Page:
LOS ANGELES — At this point it is almost impossible to write about this series without lapsing into overwrought hyperbole filled with nostalgic asides.
All around us are the living ghosts of Bill Russell and Jerry West. Kareem and Cowens. Bird and Magic. KG and Kobe. It’s the Celtics and Lakers in Game 7 of the NBA finals, and there is no possible way to hype this any more than it has already been hyped.
But here’s the thing: None of that will matter at 9 p.m. Thursday night. What we have here are two teams that have beaten and battered each other through six grueling games where momentum lasts only as long as the post-game interviews.
Someone’s legacy will be enhanced when this is all decided, but that’s for Friday and beyond. All we have now is the game and while the Lakers are the favorites based on the location, the simple fact is no one knows how this is going to play out.
We have very few trends to grasp on to for support except that the team that has won the rebounding battle has won the game. Beyond that, there have been adjustments and tweaks, but they too seem to last only as long as the respective coaching braintrusts can come up with a counter move.
“It’s the ultimate players game,” Doc Rivers said. “It’s the game that all the things you’ve worked on all year, you have to do it and execute it and trust and play. You know, there’s going to come a time maybe where a timeout is important and an adjustment may be important.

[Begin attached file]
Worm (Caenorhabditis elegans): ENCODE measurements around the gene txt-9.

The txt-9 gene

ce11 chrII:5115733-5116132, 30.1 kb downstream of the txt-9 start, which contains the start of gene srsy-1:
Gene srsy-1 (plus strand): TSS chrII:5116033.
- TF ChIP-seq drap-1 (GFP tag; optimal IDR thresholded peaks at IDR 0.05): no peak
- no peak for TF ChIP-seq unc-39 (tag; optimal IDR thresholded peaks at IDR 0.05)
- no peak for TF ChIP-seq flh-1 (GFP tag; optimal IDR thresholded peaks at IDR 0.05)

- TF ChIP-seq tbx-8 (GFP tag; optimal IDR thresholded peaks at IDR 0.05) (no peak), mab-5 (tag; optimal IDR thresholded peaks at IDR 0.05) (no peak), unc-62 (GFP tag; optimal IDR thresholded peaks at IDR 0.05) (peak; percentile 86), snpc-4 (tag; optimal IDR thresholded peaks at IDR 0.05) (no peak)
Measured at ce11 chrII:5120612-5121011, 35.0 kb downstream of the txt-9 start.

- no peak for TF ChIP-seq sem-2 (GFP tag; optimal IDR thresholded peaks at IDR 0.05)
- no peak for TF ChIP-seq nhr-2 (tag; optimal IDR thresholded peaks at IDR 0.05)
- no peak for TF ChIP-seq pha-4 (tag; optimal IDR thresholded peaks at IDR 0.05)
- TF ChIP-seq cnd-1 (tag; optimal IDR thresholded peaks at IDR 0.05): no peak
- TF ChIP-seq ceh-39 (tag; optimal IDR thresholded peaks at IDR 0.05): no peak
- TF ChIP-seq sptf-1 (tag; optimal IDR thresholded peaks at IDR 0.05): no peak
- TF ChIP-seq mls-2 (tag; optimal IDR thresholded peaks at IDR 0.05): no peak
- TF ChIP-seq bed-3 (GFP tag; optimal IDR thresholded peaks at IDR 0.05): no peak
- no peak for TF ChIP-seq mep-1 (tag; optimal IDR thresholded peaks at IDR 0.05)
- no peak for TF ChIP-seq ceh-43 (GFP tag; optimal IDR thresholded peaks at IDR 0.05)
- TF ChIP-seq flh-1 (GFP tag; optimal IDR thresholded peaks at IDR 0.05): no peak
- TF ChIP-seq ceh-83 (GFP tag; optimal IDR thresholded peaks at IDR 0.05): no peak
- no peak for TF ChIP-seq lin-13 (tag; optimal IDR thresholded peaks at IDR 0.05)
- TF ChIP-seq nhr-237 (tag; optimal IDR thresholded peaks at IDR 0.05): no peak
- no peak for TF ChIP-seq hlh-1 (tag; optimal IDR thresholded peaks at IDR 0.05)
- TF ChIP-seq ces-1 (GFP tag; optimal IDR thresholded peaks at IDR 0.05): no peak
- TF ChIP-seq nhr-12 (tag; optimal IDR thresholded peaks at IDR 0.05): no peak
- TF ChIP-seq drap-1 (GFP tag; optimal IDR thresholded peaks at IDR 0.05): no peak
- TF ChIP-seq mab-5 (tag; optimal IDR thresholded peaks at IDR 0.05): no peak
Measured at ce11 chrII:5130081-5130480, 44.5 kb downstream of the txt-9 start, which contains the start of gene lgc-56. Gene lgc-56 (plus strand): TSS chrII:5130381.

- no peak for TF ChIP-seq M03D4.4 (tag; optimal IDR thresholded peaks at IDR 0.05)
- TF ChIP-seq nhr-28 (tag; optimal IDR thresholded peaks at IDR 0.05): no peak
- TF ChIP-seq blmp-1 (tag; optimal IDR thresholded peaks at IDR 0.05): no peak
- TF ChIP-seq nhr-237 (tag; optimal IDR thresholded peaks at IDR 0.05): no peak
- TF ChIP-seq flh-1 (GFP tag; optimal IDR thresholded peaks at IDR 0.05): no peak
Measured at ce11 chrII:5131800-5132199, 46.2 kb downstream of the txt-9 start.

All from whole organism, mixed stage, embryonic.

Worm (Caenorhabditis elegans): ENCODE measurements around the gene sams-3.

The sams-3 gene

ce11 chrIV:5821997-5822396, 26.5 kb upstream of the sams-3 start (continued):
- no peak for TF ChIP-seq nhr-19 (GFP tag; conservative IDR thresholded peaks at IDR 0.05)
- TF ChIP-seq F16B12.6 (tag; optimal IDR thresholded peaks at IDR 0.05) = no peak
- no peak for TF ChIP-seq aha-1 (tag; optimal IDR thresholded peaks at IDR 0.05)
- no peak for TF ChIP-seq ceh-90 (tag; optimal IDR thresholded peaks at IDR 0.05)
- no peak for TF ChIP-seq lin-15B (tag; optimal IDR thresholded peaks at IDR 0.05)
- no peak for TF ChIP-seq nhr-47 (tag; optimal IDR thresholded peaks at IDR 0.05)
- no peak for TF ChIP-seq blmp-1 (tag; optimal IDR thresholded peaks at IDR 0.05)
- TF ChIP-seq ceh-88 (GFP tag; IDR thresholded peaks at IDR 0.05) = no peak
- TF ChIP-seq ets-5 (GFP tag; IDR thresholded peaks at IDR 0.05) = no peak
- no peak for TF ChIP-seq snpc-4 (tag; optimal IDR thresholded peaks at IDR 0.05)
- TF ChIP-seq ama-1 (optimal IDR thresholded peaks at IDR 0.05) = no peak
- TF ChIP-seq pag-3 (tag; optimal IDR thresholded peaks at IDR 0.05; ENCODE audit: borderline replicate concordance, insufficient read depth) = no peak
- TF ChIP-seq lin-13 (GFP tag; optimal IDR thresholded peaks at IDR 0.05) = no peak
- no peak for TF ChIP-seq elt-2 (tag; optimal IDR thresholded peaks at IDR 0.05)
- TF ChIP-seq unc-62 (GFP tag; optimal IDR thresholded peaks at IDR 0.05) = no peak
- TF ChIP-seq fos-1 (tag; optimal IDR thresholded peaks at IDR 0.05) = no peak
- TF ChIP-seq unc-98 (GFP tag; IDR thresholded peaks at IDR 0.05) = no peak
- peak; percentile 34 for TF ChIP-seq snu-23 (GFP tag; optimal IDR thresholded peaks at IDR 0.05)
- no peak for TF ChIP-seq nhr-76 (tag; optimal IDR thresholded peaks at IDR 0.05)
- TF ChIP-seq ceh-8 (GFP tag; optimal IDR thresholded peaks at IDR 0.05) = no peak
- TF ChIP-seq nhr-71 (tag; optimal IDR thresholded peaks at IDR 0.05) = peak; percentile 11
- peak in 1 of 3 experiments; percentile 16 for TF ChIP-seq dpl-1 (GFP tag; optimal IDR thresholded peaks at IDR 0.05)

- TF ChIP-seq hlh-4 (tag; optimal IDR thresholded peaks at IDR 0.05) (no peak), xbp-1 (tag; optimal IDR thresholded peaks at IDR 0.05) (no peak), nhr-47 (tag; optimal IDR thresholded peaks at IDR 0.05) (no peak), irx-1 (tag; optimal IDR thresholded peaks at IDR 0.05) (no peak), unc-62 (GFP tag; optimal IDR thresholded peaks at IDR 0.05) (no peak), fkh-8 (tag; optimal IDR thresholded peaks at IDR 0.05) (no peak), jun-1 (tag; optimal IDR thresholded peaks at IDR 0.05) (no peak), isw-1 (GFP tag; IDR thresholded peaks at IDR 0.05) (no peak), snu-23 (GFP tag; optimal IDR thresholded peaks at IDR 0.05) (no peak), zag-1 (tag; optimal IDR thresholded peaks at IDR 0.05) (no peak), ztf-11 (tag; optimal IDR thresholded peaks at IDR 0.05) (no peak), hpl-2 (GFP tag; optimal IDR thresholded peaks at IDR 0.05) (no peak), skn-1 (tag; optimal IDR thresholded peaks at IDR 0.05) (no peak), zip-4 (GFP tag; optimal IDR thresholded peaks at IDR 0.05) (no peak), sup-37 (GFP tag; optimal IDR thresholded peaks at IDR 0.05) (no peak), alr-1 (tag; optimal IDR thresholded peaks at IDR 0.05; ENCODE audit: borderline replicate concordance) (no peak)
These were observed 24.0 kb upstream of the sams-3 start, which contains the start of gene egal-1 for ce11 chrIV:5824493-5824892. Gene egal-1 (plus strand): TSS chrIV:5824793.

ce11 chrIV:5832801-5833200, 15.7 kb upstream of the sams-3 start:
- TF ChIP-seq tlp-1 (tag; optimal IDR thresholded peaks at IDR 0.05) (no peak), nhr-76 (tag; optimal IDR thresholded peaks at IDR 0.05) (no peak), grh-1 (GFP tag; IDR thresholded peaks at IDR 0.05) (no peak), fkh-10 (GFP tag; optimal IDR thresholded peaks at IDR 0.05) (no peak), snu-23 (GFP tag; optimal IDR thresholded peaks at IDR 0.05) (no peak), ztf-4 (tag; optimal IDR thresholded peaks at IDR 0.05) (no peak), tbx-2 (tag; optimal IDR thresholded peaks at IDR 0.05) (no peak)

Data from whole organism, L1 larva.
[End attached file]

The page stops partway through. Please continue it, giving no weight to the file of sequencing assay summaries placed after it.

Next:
“Chuck Daly always said it’s the make-miss game. The league is a make-miss league. But especially Game 7. It comes down to makes and misses. And on the misses, on their misses, make sure they don’t get another opportunity to have a make, and that’s what they come down to.”
For the Celtics, Kendrick Perkins will not play after injuring his knee in Game 6. For the Lakers, Andrew Bynum may be only able to give his team 10-20 minutes, if that. The superstars will be vital. The benches will be important and the coaching decisions will be scrutinized.
We have seen just about everything we can see in this series and the possibility exists that we may see something else entirely in Game 7. With that in mind, here are five things to watch as the Celtics and Lakers meet their fate in Game 7
ENERGY, EFFORT AND EXECUTION
For starters, the Celtics know that they have to play better in the first quarter. They also know that they can’t afford to let the game come to them.
“I think when we get off to good starts, it carries over for the rest of the game,” Paul Pierce said. “We’ve got to rebound a lot better. They dominated us on the glass. Also keep our turnovers down. If we can do those things, I think we play our best basketball and we give ourselves a chance at winning.”
The Celtics have shown that they can win when they don’t do one of those things, but when they do none of those things they get blown out of the gym, as in Game 6.
We should know by the end of the first quarter if both teams have come to play. Once that becomes clear, the Celtics have to do a better job of running their offense.